During development, the axons of neurons in the mammalian central nervous system lose their ability to regenerate after injury. In order to study the regeneration process, we used a laser dissector system based on a sub-nanosecond pulsed UVA laser to inflict a partial damage to the axon of mouse hippocampal neurons. The use of such laser gives the possibility to deliver very low average power to the sample to be ablated. Therefore, the collateral damage due to temperature rise was reduced and for the first time, we were able to manipulate the neurite of cultured mouse neurons during the first days in vitro with sub-cellular precision. Force spectroscopy measurements were performed in parallel during and after the partial ablation of the neurite, by the use of a bead attached to the neurite membrane and held in an optical trap. The sub-piconewton and millisecond resolution of the force spectroscopy measurements allowed to quantify the damage inflicted to the process and to monitor the viscoelastic properties of the axonal membrane during regeneration. The reorganization and regeneration of the axon was documented by long-term (24-48 hours) bright-field live imaging using an optical microscope equipped with a custom-built cell culture incubator.
Articles tagged with: Holography
Cultured neural networks represent a useful model in between single neurons and brain tissue for studying neural development, coding, pathology and regeneration. Neurons functionally reshape their interconnectivity not only in response to incoming activity from other cells, but also to external stimuli and changes of environmental conditions (Muotri and Gage. 2006). Thus, studying cell physiology, cell motility and interconnectivity by interacting with cells or their organelles and controlling the intercellular organization and enviroment.
Complementary optical technologies such as optical tweezers (OTs) and laser microdissectors (LMDs) are among the most versatile tools for performing such manipulation experiments with high spatio-temporal resolution under sterile conditions.
In contrast to most commercial OTs and LMDs, which are installed on inverted microscopes, the setup is mounted on an upright microscope. Nevertheless, both inverted and non-inverted optical pathways are optically accessible. This configuration allows the placing of specimen on transparent and non-transparent substrates alike without affecting the overall performance of the optical setup. The system is configured to work in combination with experimental techniques such as multichannel microelectrode array recording, patch clamp electrophysiology, and fluorescence imaging.
During morphogenesis, neuronal precursor cells migrate from the zone where they are born to their final destination, which, in some cases, is at a distance of several millimeters. After reaching their destination, neurons must establish appropriate synaptic connections by sending out from their soma projections called neurites. The motion of neurites is guided by growth cones located at their tips. Growth cones contain a variety of chemical and
mechanical receptors and sophisticated biochemical machinery that couples these receptors to the cytoskeleton. Extruding from the tip of the growth cone are highly motile structures called filopodia and lamellipodia that are used to explore and probe the environment. All these complex events, which are at the basis of neuronal development and differentiation, involve cell motility requiring a precise control of cellular and molecular motors.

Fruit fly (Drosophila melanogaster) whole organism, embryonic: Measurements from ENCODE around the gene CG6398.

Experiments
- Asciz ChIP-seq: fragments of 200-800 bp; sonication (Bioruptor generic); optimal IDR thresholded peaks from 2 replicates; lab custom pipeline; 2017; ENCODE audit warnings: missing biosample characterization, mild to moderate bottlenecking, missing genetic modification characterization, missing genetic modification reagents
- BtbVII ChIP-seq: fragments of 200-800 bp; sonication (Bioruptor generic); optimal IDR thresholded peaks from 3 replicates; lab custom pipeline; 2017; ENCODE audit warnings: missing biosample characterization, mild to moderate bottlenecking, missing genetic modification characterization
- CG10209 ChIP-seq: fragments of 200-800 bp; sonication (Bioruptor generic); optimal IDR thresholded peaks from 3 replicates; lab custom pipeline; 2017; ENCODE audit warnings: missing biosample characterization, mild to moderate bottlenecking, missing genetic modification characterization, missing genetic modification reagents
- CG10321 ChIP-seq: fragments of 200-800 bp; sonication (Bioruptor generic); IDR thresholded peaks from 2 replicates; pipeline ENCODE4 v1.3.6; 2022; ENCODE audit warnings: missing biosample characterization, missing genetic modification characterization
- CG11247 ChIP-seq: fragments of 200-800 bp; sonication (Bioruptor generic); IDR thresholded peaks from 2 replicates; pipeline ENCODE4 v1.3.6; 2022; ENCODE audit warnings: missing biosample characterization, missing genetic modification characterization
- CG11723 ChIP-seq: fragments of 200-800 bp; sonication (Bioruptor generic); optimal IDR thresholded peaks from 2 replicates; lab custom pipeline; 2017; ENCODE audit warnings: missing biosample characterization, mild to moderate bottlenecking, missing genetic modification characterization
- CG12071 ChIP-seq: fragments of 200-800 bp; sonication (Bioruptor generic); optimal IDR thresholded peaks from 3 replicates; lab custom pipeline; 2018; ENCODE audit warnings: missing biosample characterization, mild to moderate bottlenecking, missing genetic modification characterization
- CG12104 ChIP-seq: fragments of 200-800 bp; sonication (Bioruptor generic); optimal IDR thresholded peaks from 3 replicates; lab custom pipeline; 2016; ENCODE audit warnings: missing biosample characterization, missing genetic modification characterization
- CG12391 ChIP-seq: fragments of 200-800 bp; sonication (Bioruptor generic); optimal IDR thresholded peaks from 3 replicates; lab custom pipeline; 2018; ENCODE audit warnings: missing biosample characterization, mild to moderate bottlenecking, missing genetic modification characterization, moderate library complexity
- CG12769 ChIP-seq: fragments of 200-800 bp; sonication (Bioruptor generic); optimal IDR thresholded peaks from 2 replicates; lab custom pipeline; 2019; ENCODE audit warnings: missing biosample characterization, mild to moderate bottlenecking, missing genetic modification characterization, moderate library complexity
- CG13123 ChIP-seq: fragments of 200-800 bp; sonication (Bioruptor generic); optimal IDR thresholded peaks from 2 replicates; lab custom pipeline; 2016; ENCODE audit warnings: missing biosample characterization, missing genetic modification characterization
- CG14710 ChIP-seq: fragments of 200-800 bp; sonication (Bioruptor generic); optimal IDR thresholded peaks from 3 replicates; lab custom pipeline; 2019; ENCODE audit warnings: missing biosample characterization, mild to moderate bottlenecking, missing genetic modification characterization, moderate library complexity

We study, by optical tweezers and force spectroscopy, the dynamic of cytoskeletal elements in the growth cone, and how the growth cone navigate in a controlled mechano-chemical micro-enviroment.
Currently the two most commonly configurations of optical microscopy used in neuroscience laboratories are wide field illumination and laser scanning imaging. In wide field microscopy, the whole field of view is simultaneously illuminated, allowing fast image acquisition or fast repetitive stimulation, but preventing the application of complex spatial light patterns (fig. 1A). Differently, in laser scanning microscopy a diffraction limited laser spot is sequentially deflected in the field of view, allowing the selective illumination of portions of the sample that depend on the scanning trajectory. This configuration leads to an increase of the spatial but to a significant loss in the time resolution of the optical system. Both approaches thus have intrinsic limitations with respect to the degree of complexity with which spatio-temporal patterns of light can be projected onto the biological sample. Illumination with structured light represents an innovative alternative to overcome these limitations. In this experimental approach, the laser wavefront is engineered (or shaped) to simultaneously and selectively illuminate only specific regions of interest in a given field of view. This technique offers flexibility in the pattern of illumination that cannot be achieved with more traditional optical approaches and gives the opportunity of imaging/stimulating simultaneously multiple portions of a given cell or different cells within a neuronal network, or the possibility to manipulate simultaneously different object to controll the micro-enviroment around a cell.